Chicken metallothionein (ckMT) is the paradigm for the study of metallothioneins (MTs) in the Aves class of vertebrates. Available literature data depict ckMT as a one-copy gene, encoding an MT protein highly similar to mammalian MT1. In contrast, the MT system in mammals consists of a four-member family exhibiting functional differentiation. This scenario prompted us to analyse the apparently distinct evolutionary patterns followed by MTs in birds and mammals, at both the functional and structural levels. Thus, in this work, the ckMT metal binding abilities towards Zn(II), Cd(II) and Cu(I) have been thoroughly revisited and then compared with those of the mammalian MT1 and MT4 isoforms, identified as zinc- and copper-thioneins, respectively. Interestingly, a new mechanism of MT dimerization is reported, on the basis of the coordinating capacity of the ckMT C-terminal histidine. Furthermore, an evolutionary study has been performed by means of in silico analyses of avian MT genes and proteins. The joint consideration of the functional and genomic data obtained questions the two features until now defining the avian MT system. Overall, in vivo and in vitro metal-binding results reveal that the Zn(II), Cd(II) and Cu(I) binding abilities of ckMT lay between those of mammalian MT1 and MT4, being closer to those of MT1 for the divalent metal ions but more similar to those of MT4 for Cu(I). This is consistent with a strong functional constraint operating on low-copy number genes that must cope with differentiating functional limitation. Finally, a second MT gene has been identified in silico in the chicken genome, ckMT2, exhibiting all the features to be considered an active coding region. The results presented here allow a new insight into the metal binding abilities of warm blooded vertebrate MTs and their evolutionary relationships. © 2006 FEBS.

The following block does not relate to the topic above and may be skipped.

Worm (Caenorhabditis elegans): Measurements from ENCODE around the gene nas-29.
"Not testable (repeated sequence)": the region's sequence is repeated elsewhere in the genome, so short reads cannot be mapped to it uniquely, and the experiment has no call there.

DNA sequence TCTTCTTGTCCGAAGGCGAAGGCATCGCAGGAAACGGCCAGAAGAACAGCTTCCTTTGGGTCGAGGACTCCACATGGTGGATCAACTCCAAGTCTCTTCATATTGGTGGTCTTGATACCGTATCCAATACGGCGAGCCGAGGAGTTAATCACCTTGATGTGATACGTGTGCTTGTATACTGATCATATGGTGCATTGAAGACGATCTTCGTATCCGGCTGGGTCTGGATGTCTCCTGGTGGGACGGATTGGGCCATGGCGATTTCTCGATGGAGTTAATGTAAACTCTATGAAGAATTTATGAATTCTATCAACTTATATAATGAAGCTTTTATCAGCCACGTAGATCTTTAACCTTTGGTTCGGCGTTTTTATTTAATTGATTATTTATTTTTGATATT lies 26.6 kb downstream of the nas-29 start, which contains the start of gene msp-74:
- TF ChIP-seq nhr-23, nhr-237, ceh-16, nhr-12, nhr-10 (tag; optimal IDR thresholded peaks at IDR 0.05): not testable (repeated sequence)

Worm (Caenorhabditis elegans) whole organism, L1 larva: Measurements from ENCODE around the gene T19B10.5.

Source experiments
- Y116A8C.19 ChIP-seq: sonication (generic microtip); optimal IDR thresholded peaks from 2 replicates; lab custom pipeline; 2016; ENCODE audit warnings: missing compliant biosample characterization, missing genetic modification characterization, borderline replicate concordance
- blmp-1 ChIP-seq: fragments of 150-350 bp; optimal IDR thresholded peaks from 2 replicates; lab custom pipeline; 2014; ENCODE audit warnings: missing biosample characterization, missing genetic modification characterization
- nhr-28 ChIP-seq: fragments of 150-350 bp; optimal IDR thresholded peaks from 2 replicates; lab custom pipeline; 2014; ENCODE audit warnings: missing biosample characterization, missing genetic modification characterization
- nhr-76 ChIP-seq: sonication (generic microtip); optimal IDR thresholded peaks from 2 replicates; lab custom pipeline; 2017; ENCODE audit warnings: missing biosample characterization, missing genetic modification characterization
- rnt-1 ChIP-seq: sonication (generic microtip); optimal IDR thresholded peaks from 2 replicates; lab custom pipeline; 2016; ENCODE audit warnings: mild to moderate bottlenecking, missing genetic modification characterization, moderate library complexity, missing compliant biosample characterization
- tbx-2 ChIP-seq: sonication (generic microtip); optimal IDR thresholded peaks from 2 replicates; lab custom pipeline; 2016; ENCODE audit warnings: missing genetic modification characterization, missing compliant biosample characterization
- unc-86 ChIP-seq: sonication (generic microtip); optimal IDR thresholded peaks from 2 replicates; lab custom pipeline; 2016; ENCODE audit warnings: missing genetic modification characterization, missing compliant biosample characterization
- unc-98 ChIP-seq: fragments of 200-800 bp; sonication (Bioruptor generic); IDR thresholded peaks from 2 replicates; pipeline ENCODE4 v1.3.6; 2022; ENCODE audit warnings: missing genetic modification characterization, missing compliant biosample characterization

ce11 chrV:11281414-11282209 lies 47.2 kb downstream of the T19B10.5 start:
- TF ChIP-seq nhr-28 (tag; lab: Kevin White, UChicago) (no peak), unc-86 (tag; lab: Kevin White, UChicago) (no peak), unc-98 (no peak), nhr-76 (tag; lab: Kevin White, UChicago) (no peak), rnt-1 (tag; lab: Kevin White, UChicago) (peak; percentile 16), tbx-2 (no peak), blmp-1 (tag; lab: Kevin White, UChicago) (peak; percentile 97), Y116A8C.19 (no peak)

|Publication status||Published - 1 Feb 2006|
- Gallus gallus
- Metal binding
- Molecular evolution